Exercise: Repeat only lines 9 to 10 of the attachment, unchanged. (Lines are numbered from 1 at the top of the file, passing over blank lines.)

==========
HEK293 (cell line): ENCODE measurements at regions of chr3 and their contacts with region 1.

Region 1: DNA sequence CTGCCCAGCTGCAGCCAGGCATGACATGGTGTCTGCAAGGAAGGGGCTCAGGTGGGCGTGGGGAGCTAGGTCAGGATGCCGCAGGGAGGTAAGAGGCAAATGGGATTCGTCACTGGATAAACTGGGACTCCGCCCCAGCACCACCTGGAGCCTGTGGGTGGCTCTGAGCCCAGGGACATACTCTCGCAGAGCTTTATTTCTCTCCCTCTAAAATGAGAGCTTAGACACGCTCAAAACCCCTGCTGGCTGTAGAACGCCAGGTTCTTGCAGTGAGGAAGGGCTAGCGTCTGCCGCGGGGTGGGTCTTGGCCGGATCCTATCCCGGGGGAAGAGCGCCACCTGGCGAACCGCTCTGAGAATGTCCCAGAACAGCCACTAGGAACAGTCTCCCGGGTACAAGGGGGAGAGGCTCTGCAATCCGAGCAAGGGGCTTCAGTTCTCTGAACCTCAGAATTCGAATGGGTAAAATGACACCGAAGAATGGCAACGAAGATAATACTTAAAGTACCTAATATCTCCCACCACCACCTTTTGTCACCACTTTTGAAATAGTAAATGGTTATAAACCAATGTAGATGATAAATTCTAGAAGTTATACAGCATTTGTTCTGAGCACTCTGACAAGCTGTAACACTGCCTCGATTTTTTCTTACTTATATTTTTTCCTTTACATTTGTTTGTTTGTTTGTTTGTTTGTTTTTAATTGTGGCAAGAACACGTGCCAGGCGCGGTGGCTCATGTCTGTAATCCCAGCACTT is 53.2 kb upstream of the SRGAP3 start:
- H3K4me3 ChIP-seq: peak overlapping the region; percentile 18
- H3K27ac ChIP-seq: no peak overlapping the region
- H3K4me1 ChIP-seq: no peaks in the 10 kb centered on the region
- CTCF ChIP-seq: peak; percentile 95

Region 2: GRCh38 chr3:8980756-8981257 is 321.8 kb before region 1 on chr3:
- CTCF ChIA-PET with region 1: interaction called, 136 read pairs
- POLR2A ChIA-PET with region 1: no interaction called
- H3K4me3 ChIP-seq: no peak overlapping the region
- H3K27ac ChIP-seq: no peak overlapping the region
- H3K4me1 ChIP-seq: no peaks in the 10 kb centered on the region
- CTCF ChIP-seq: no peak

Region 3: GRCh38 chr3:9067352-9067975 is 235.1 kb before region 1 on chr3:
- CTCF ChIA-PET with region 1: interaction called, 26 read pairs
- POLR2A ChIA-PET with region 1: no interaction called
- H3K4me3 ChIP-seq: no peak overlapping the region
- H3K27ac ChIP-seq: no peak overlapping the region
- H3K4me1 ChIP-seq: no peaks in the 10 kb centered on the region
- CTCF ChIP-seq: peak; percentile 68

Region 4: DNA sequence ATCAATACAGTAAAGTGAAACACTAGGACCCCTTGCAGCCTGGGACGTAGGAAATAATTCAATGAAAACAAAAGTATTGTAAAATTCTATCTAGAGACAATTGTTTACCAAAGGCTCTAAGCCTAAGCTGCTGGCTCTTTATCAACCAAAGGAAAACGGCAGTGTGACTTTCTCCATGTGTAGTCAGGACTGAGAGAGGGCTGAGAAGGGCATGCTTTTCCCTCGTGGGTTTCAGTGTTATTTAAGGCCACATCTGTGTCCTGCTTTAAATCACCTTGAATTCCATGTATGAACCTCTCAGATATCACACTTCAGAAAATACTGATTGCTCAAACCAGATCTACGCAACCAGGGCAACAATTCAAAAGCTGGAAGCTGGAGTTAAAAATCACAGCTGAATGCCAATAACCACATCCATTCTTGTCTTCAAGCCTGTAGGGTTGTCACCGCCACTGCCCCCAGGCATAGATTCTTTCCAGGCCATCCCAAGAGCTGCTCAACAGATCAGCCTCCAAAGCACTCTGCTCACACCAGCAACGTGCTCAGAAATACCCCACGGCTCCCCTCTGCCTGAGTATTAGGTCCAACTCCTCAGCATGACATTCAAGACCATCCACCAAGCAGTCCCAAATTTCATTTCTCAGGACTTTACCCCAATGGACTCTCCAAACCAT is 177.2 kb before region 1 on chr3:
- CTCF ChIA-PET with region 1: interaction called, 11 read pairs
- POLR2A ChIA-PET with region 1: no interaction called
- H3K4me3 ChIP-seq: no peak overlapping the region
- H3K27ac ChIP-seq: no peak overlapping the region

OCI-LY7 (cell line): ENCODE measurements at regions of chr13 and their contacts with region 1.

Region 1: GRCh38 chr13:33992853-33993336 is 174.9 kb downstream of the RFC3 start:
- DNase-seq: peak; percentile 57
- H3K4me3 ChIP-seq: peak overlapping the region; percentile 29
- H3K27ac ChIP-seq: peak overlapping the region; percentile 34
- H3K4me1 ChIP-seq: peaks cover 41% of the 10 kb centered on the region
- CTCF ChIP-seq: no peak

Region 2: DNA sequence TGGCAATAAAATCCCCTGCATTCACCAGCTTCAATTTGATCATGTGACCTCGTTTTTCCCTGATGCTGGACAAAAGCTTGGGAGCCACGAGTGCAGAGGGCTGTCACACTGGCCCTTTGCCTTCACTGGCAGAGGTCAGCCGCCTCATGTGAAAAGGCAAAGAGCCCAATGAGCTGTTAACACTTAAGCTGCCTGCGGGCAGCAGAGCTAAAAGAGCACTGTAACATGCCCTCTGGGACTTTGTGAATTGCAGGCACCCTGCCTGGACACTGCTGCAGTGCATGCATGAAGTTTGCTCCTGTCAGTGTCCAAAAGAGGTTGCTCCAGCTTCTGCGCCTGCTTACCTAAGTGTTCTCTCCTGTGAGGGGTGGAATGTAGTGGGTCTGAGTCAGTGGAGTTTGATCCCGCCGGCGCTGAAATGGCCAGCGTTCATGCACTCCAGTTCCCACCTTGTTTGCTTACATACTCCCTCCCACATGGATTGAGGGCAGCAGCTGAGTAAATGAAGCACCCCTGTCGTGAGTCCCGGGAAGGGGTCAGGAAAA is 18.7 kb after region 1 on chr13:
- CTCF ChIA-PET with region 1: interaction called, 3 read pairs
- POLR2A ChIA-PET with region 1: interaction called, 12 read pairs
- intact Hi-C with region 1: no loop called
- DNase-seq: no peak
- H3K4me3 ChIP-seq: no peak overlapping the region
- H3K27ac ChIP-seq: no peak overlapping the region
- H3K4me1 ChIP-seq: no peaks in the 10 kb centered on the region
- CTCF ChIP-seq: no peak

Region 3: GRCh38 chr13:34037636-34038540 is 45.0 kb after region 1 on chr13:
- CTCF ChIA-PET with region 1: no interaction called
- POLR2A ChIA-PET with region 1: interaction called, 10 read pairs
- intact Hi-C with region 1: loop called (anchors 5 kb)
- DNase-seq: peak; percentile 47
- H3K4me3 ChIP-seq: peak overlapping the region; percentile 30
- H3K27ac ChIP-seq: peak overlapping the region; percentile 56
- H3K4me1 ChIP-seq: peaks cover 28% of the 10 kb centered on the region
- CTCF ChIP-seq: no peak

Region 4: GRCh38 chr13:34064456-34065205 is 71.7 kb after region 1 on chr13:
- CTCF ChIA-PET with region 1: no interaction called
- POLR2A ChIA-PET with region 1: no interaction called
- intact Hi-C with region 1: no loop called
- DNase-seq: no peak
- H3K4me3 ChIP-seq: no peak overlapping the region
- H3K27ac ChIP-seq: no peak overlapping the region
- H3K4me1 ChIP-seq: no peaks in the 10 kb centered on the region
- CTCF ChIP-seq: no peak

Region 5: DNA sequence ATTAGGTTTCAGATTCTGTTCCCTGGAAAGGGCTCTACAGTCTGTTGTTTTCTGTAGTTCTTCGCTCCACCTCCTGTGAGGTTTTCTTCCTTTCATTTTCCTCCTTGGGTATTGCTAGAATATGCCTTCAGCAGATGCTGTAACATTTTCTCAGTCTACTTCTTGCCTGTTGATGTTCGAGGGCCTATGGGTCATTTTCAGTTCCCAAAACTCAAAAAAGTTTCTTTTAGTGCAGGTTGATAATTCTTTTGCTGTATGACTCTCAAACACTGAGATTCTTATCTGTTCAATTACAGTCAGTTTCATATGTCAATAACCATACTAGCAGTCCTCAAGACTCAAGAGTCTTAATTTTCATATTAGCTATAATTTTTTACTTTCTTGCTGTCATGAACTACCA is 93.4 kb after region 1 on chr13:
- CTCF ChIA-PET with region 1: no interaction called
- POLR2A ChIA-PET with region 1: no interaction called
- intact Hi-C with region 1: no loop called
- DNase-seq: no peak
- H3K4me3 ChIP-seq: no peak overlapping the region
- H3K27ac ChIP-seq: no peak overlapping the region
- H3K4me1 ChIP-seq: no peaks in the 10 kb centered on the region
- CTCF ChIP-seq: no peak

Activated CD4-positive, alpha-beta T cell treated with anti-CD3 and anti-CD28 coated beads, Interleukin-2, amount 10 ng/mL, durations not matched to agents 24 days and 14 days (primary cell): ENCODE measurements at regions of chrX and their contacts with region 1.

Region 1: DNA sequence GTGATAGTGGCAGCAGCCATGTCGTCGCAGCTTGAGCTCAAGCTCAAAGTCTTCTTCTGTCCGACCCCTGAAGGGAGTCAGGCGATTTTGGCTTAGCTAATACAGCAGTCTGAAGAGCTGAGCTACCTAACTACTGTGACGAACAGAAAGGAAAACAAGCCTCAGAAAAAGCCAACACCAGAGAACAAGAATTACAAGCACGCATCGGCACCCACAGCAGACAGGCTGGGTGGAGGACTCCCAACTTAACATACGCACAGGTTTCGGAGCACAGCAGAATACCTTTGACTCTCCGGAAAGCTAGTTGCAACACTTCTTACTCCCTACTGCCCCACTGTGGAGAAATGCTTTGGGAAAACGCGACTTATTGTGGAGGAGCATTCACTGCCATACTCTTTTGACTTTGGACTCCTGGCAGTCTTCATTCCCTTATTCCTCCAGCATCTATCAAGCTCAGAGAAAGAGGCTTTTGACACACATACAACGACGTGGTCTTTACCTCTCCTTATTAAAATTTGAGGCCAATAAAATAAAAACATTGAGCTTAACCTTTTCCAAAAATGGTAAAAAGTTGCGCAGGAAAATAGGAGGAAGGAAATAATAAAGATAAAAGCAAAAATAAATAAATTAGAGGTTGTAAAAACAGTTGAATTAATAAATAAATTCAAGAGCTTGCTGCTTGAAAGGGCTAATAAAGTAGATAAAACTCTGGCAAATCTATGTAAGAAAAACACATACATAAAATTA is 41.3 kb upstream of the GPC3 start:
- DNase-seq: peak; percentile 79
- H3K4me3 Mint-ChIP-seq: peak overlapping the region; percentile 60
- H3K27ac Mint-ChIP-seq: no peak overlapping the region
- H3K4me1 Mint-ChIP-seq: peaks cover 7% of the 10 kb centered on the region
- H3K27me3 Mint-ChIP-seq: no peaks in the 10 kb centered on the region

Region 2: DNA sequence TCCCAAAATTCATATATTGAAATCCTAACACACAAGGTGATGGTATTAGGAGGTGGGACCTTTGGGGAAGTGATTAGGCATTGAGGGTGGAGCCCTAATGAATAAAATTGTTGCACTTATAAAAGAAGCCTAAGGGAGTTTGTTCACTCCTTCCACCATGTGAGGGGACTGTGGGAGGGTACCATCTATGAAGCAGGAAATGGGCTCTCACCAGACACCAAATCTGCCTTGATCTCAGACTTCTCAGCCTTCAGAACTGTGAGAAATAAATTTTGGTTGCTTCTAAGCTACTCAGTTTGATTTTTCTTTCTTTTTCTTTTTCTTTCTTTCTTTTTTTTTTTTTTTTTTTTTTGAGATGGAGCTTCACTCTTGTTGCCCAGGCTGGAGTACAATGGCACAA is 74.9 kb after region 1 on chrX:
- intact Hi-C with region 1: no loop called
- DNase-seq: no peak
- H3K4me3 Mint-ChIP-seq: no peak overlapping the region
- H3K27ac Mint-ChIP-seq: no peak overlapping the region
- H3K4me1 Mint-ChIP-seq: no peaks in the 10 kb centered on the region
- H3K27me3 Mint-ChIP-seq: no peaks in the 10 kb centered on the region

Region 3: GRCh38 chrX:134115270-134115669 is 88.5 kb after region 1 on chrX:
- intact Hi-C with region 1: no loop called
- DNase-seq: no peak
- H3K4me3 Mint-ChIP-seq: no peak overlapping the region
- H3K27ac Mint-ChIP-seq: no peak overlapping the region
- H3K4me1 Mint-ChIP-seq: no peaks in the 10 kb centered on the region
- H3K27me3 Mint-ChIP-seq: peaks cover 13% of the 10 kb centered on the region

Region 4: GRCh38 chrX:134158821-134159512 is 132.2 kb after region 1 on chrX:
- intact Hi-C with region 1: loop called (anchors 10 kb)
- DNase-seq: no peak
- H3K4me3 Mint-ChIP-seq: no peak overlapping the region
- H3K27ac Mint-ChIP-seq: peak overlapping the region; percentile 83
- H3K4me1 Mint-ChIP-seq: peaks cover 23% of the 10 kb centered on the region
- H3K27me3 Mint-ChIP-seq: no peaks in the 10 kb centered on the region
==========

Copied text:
- POLR2A ChIA-PET with region 1: no interaction called
- H3K4me3 ChIP-seq: no peak overlapping the region